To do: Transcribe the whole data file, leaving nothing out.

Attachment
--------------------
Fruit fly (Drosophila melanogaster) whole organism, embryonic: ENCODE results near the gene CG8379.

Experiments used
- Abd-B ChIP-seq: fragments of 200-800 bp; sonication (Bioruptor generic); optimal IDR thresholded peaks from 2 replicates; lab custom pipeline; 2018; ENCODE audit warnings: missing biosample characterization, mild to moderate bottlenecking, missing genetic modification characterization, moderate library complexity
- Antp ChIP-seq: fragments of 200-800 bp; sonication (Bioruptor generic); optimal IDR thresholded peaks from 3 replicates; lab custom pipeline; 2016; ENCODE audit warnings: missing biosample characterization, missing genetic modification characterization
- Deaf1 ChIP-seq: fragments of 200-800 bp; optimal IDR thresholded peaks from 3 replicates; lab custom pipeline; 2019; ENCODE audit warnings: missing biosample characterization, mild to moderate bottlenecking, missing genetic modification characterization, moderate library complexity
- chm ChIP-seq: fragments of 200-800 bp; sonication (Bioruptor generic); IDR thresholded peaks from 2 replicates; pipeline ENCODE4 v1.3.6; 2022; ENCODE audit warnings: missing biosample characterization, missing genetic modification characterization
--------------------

Fruit fly (Drosophila melanogaster) whole organism, embryonic: ENCODE results near the gene CG8379.

Experiments used
- Abd-B ChIP-seq: fragments of 200-800 bp; sonication (Bioruptor generic); optimal IDR thresholded peaks from 2 replicates; lab custom pipeline; 2018; ENCODE audit warnings: missing biosample characterization, mild to moderate bottlenecking, missing genetic modification characterization, moderate library complexity
- Antp ChIP-seq: fragments of 200-800 bp; sonication (Bioruptor generic); optimal IDR thresholded peaks from 3 replicates; lab custom pipeline; 2016; ENCODE audit warnings: missing biosample characterization, missing genetic modification characterization
- Deaf1 ChIP-seq: fragments of 200-800 bp; optimal IDR thresholded peaks from 3 replicates; lab custom pipeline; 2019; ENCODE audit warnings: missing biosample characterization, mild to moderate bottlenecking, missing genetic modification characterization, moderate library complexity
- chm ChIP-seq: fragments of 200-800 bp; sonication (Bioruptor generic); IDR thresholded peaks from 2 replicates; pipeline ENCODE4 v1.3.6; 2022; ENCODE audit warnings: missing biosample characterization, missing genetic modification characterization